Jerry’s second chat with Leo Laporte

Friday, September 22nd, 2017

I enjoyed the second installment of Leo Laporte’s interview with Jerry Pournelle, too:

(This time he mentions HeathKit…)

Tom Snyder interviews Durk Pearson and Jerry Pournelle

Thursday, September 21st, 2017

I got a kick out of this 1979 Tom Snyder interview of not just Jerry Pournelle, but also of Durk Pearson, who isn’t just a vitamin geek, but an all-around übergeek:

In particular, I get a kick out of how mind-blowing a word-processor is, back just before the PC revolution — and how flat-screen TVs are just over the horizon, even then.

Missiles fail, especially air-to-air ones

Thursday, September 21st, 2017

The four Hornet and Super Hornet pilots who flew the mission where one of them shot down a Syrian Su-22 Fitter gave a talk at the Tailhook Association’s annual symposium:

The group of four strike fighters entered the close air support stack (CAS stack) overhead the JTAC and waited for any requests for strikes when a Russian Su-27 showed up and began loitering high overhead.

Mob, who was having issues with his targeting pod, was assigned to keep tabs on the circling Russian fighter while the other pilots continued with their CAS mission. He turned the Super Hornet’s master mode to air-to-air and began tracking the Su-27 and searching the skies around the area for other aircraft.

Then another radar track appeared — a fast moving aircraft coming from the south directly towards him. Although Mob figured it was probably a Syrian aircraft, he moved to intercept the target and eventually made a visual identification on what turned out to be a Syrian Air Force Su-22 Fitter swing-wing attack jet — the same type of aircraft used to deliver the gas attack that led to the Tomahawk missile strike a few months earlier.

Mob made it clear during the presentation that if the Syrian jet just turned away that would have been great as they had plenty to do in support of ground forces, but that didn’t end up being the case.

After identifying the Su-22, Mob got on the radio with an airborne command and control post, an E-3 Sentry, and had them broadcast warnings repeatedly over guard frequency to the Syrian jet. Those radio calls did not result in a change of course by the Syrian pilot. Then Mob “thumped” the Su-22 three times — flying close over the jet’s canopy and popping flares out in front of it before breaking off — to warn him away. That didn’t work either.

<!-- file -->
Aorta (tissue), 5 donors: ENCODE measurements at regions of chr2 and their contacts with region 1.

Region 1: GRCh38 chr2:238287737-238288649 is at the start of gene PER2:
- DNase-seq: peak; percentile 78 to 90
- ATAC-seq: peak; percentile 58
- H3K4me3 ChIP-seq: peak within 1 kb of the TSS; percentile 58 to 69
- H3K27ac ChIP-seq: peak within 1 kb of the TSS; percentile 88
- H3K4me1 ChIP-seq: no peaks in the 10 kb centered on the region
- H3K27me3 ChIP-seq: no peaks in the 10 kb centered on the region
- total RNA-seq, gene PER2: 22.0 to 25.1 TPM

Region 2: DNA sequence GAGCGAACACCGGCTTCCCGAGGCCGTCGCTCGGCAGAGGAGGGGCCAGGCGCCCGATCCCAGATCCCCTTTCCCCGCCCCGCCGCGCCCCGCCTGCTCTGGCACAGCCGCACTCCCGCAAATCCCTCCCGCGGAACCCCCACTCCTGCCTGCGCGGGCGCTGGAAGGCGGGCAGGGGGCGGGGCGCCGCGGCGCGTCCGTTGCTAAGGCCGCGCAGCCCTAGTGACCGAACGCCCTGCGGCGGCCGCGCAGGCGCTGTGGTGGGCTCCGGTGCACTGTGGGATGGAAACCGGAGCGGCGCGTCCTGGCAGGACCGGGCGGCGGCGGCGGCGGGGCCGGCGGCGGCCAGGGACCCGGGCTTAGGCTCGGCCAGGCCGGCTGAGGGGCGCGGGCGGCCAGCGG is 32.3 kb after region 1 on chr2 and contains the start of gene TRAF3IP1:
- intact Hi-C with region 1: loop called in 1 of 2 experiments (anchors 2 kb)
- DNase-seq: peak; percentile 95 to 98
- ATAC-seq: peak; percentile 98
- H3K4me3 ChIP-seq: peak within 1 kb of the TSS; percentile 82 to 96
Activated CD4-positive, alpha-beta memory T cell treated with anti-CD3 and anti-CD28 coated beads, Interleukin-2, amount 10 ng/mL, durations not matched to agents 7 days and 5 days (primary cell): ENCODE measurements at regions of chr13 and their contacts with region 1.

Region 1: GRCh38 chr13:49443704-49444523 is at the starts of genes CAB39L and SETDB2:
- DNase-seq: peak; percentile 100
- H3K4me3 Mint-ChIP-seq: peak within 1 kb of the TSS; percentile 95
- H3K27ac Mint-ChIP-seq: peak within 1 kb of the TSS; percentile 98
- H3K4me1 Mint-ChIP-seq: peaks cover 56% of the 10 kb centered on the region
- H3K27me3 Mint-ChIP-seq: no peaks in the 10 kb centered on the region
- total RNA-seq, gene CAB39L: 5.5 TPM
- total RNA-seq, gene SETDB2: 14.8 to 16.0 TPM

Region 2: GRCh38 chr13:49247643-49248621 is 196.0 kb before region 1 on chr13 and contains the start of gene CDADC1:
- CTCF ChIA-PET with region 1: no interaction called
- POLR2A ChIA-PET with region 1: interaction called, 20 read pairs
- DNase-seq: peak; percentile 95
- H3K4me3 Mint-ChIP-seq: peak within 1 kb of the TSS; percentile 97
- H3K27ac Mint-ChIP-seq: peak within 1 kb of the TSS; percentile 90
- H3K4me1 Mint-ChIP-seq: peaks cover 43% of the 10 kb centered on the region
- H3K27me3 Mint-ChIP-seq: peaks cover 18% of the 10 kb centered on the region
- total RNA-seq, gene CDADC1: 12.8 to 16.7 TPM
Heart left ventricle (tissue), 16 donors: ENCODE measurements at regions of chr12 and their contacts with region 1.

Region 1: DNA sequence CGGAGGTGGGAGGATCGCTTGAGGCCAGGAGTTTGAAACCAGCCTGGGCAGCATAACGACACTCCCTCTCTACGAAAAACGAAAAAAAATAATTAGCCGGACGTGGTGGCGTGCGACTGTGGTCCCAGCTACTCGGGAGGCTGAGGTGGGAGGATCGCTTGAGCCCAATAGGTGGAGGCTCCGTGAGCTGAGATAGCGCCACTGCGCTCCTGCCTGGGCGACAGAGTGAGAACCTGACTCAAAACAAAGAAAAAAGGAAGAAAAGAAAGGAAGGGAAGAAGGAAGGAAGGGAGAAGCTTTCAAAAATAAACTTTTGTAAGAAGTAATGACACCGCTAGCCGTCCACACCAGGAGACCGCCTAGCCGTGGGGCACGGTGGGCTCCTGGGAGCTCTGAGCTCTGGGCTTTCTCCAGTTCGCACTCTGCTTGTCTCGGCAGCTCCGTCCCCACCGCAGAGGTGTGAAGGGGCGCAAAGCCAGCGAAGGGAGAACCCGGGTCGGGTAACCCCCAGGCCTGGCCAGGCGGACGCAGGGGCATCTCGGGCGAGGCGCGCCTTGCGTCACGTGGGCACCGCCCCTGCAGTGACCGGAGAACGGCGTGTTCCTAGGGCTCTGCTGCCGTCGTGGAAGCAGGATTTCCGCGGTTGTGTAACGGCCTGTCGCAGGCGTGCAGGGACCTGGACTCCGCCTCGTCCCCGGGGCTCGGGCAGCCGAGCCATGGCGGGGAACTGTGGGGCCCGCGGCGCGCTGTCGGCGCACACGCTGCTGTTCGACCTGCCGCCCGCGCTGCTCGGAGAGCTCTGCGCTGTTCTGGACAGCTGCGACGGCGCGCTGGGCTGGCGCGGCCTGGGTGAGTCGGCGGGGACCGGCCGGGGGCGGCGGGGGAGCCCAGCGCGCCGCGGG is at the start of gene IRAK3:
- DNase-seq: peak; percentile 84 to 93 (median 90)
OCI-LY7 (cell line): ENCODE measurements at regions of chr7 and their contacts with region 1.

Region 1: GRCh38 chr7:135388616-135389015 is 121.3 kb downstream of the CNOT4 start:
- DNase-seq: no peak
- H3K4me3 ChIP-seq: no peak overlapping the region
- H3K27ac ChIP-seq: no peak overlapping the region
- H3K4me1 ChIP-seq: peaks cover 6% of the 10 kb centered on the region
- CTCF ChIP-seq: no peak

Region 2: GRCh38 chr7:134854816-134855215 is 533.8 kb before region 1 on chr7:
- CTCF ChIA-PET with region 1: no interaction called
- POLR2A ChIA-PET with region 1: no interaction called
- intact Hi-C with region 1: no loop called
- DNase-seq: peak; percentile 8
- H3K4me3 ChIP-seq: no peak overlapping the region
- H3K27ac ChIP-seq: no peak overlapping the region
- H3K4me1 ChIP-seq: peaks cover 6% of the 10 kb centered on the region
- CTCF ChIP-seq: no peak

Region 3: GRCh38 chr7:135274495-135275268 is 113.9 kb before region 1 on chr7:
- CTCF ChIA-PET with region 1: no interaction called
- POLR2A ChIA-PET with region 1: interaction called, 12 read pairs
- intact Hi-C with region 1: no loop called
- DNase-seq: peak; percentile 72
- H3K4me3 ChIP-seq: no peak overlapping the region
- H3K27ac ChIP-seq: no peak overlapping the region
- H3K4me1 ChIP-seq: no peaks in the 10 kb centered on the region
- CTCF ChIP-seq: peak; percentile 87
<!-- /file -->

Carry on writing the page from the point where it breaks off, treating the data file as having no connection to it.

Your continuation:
By then the Su-22 was in striking distance of friendly forces and it began to dive, releasing its weapons in the process, before making a climb out after the attack. Based on the rules of engagement that were briefed to the naval aviators, Mob locked the Su-22 up from behind with an AIM-9X Sidewinder and fired.

The missile zipped off the Hornet’s wing rail trailing smoke but quickly disappeared. It wasn’t clear why the missile failed to track the Su-22 or where it had gone. Mob quickly selected an AIM-120 AMRAAM and fired once again. He noted how long it took for the missile to fire off the Super Hornet’s “cheek” station located along the outer edges of its air intakes.

Regardless, the missile tracked the Fitter flying just a short distance away and exploded on its backside, pitching it violently to the right and downward. The pilot was clearly seen ejecting from the doomed swing-wing attack jet.

The ejection seat passed very close down the right sight of Mob’s canopy. He noted how live-fire training helped him during the engagement because he knew what to expect and quickly rolled away from the explosion instead of flying through it.

The Syrian pilot’s chute blossomed, it was white, green, and orange in color and his emergency transmitter beacon began going off over the radio.

[...]